The FCC released a map on Thursday showing where the $115 million in FCC Universal Service Fund/Connect America Fund broadband funding was going in phase one of its migration of phone subsidies to fund rural broadband rollouts, with Wisconsin receiving the most of any states at more than $38 million.
Here is a link to the map at the FCC's site.
Thirteen states are not receiving any Connect America funding: Kansas, Arkansas, Mississippi, Kentucky, Louisiana, Maryland, Delaware, Pennsylvania, Connecticut, New Jersey, Massachusetts, New Hampshire and Rhode Island.
The funds have to be used to build out broadband to unserved areas within three years.
"As our new map demonstrates, millions of Americans still live, work, and travel in rural areas where access to high-speed Internet does not exist," said FCC chairman Julius Genachowski in a statement. "Through the FCC's Connect America Fund initiatives, we're helping complete our nation's broadband infrastructure, which will lead to job creation, economic growth, and innovation in the 21st century. The map is the latest example of how the agency can use mapping technology to spur innovation and to develop new products for the public."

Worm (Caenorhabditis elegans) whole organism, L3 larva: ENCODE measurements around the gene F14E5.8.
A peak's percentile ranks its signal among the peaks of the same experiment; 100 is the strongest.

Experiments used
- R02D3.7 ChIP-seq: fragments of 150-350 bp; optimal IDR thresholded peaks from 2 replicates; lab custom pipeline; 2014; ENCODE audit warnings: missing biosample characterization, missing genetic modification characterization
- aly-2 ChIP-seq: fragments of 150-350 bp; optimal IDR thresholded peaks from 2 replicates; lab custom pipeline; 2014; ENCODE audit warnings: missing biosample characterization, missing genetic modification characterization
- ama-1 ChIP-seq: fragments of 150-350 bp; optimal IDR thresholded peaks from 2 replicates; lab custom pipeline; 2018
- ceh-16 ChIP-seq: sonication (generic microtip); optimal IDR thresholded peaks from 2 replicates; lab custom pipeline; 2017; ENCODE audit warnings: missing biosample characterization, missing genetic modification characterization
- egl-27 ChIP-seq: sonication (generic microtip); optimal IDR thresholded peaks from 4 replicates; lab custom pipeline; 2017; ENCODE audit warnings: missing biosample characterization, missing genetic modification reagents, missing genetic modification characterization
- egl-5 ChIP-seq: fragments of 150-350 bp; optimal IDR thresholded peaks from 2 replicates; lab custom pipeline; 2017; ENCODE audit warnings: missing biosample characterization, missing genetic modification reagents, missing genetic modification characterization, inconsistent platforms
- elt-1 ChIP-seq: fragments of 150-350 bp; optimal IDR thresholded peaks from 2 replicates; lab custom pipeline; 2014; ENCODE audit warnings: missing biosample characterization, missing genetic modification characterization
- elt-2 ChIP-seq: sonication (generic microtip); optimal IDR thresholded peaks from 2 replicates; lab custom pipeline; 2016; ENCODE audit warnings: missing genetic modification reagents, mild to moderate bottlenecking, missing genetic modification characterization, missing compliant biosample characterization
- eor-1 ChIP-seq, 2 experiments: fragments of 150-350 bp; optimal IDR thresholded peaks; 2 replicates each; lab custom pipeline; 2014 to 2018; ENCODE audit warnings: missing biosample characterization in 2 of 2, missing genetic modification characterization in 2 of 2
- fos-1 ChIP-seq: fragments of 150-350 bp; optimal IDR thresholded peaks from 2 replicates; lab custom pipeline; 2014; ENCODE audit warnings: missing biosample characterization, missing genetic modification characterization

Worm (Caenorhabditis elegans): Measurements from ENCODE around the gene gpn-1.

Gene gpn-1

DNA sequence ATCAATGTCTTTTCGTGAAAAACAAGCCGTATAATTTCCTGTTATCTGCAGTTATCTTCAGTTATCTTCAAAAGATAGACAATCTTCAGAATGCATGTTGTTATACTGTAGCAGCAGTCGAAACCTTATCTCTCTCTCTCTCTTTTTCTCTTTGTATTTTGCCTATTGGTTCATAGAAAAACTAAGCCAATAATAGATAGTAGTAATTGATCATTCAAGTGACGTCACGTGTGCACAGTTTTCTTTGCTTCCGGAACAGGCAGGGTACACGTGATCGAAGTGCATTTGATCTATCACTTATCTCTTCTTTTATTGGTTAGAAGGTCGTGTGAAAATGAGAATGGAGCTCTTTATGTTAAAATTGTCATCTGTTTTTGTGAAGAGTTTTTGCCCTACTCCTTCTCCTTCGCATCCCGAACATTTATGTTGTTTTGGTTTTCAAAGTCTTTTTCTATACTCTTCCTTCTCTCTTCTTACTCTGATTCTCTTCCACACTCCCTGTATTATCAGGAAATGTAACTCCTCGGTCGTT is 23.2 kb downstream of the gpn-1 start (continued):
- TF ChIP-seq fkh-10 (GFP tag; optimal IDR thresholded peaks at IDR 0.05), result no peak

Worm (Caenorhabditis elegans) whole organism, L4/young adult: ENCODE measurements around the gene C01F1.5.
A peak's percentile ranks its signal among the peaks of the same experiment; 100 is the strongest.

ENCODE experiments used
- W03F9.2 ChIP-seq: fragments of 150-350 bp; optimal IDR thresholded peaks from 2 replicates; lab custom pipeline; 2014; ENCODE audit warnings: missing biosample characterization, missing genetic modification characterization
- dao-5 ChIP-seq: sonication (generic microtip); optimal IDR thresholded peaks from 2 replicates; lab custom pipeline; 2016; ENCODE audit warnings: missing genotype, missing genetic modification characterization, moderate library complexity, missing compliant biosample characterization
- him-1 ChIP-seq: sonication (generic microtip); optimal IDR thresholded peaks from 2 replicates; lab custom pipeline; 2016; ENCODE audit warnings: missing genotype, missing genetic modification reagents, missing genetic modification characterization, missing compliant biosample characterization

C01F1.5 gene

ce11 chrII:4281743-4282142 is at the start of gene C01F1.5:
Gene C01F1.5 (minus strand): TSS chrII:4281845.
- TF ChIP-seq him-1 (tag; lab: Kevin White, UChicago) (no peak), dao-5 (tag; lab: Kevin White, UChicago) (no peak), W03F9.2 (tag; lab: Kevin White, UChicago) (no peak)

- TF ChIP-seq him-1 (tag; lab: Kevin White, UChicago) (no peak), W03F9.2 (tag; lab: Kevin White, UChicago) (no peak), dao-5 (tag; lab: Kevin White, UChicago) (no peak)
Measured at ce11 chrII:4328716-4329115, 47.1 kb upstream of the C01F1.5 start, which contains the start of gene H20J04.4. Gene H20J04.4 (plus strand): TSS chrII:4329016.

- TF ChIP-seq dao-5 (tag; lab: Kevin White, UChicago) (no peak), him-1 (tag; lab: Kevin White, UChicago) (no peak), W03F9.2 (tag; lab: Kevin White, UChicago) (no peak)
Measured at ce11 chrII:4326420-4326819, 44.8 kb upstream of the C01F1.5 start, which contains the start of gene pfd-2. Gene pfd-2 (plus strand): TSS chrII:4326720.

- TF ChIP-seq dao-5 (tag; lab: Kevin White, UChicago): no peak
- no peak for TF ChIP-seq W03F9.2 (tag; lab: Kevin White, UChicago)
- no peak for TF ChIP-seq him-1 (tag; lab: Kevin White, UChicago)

The map provides a state-by-state breakdown of how much support each is getting and how many counties and census blocks are being served, and the state's total unserved population, defined as not getting at least 3 Mbps downstream, 768 Kbps upstream, the FCC's current threshold definition of high-speed broadband. The map does not include that unserved total, or any other info, for any of the states not getting funds.
The FCC's goal for Connect America is to connect 7 million unserved within six years.